Fondest memory: Visit the Latin Quarter for its narrow cobblestone streets, colorful quaint old-world buildings, and delicious little greek cafes. You'll feel like you stepped back in time.
This church was begun in 1492 and not finished till 1622. It's a mixture of Gothic and Renaissance style, in the Latin Quarter.
I just happened to come across it, and even under scaffold, it still looked great.
Favorite thing: Bakpak, Jeff and Himanshi doing dinner at the latin Quarter. We missed the last Metro, had blown all our money on food and walked back to the hostel. Didn't really mind the walk, even though it was longish and we were a little tired. back at the hostel, we wondered why we didnt cab it back and paid the cabbie when we got back to the hostel? To some questions, there are no answers ....
MUSEE CLUNY 9.15am-5.45pm
FLOWER MARKET Place Louis Lepine
Shakespeare and Co, for your English Books (see picture)- 37 rue de la bucherie
The Tea Caddy 14, rue Saint Julien - 12h-19h
NOTRE DAME DE PARIS 8.30am-6.45pm
ile de la cite
Fondest memory: The Tea Caddy, then walk on ILE de la CITE (island)
Go to Latin Quarter where 13 faculties of Sorbonne university are situated. Only one facade of the world famous Sorbonne is preserved. Latin Quarter is very picturesque, especially in spring.
Fondest memory: I was impressed by Rue Mouffetard - the most charming area of Latin Quarter. I remember very vividly the small square with flower-beds and a fountain in the middle, nearby there is a cafe 'At Jovial Negro'.
I would take people to Quartier Latin. Yes, all tourists go there but it is extremely nice with all the cheap student restaurants, the street market at Mouffetard, the bookshops, the closeness to Jardin de Luxembourg and then the Pantheon looming over it all. I would also take people on a boat trip on the Seine as Paris is very nice from the river both day and night.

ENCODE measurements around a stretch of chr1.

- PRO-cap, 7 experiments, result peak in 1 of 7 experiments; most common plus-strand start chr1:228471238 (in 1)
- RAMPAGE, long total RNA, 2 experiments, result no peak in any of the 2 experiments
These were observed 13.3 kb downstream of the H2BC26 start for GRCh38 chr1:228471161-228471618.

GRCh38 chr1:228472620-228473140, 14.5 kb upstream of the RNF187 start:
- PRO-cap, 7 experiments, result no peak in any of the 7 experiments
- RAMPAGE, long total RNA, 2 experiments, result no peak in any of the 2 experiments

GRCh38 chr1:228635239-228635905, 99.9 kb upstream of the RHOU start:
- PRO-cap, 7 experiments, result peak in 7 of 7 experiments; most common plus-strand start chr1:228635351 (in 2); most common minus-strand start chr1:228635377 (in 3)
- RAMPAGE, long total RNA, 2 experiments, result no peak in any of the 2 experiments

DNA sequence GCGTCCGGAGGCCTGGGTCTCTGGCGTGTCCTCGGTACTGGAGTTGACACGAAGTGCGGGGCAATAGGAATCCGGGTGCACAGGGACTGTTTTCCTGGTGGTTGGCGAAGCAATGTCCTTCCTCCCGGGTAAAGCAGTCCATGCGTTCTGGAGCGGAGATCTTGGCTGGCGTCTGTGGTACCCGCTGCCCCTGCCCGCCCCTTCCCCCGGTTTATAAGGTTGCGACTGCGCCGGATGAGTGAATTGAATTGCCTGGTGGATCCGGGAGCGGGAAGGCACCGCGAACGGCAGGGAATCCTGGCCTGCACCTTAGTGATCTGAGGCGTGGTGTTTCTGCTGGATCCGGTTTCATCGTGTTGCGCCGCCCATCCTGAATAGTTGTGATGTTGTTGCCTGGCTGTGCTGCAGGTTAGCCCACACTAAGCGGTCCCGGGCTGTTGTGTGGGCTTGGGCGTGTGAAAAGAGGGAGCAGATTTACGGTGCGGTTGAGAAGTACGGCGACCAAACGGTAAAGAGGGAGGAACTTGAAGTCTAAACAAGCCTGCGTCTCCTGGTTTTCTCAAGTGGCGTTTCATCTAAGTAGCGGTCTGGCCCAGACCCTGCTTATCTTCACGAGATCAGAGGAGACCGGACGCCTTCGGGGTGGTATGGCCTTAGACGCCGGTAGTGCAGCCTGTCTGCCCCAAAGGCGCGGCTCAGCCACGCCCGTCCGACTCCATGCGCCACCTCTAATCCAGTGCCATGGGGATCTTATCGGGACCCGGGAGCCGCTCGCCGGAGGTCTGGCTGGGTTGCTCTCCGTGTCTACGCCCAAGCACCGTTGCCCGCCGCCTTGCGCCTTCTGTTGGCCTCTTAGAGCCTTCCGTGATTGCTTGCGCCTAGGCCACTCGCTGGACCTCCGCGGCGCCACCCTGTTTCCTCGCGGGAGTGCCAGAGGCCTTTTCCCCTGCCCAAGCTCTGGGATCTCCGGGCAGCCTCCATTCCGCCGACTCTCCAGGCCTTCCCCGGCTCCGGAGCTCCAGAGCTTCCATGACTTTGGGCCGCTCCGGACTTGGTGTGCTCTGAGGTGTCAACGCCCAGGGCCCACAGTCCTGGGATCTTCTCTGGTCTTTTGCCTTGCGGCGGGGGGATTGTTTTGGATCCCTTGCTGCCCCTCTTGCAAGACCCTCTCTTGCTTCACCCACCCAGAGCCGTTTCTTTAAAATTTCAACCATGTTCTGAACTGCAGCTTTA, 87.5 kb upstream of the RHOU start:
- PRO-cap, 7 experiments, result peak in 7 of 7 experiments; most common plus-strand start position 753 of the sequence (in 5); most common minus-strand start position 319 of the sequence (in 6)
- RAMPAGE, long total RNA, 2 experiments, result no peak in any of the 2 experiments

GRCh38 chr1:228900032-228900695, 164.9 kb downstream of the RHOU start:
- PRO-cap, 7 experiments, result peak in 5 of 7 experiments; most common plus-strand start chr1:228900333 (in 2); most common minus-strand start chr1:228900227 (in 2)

Fondest memory: The first time I came to Paris, when we stayed in a colleague's flat in Quartier Latin and I could finally see what people had been on about when I opened our French shutters...
The Latin quarter is a really wonderful area. I especially liked the area around rue de la Huchette, rue St Servin and so on. If you go off the metro at St Michel, you will see the small, narrow streets from the boulevard. Around those streets, there are A LOT of restaurants with food from all over the world. We went here every night to have our dinner. This area has become quite popular with tourists too, which is quite a shame. Look out for people standing at their restaurant who wants YOU to come to their restaurant + these men selling roses when you're having your meal.
Fondest memory: When a man at Greek restaurant asked us if we were from Sweden, in Swedish. ;) I loved walking around and search for a new amazing place to eat. The cosy streets are simply wonderful.
Fondest memory: I loved everything about Paris down to the minutest tiniest detail of the man in the leather coat spray painting grafiti in the Metro late at night. but my fondest memory is of when we were let loose in the Latin Quarter and my friend Isabel went off together because we looked the least American of our group and spoke the best French. the merchants trying to lure people into their restaurants called out to other tourists in English, but they spoke french to us. We went to McDonalds, which i'm sure sounds lame, but we were the only tourists there. it was crowded so a man and his young daughter shared our table. he was so attentive to her. he washed her hands off with a bottle of Evian and set everything up for her before he did anything for himself. she was the cutest child ever and kept trying to steal our fries. 'mange ton poulet' he said and enticingly offered her a mcnugget. she wanted our fries. then we went out and stopped at Hotel Cluny, and building that had intrigued us when we went by before. we went into the court yard and sat down and relaxed. then a young French family came in and played together while we watched. i'm not sure how exactly, but it was just magic...
The statue of Fénelon is surrounded with a fountain, in the center of a pleasant square.
Fondest memory: Le quartier Latin remains the district of the students and intellectuals...
Fondest memory: I can't forget pretty spring flowers which grew on the slopes. I noticed them on the way to the Latin Quarters - so cute!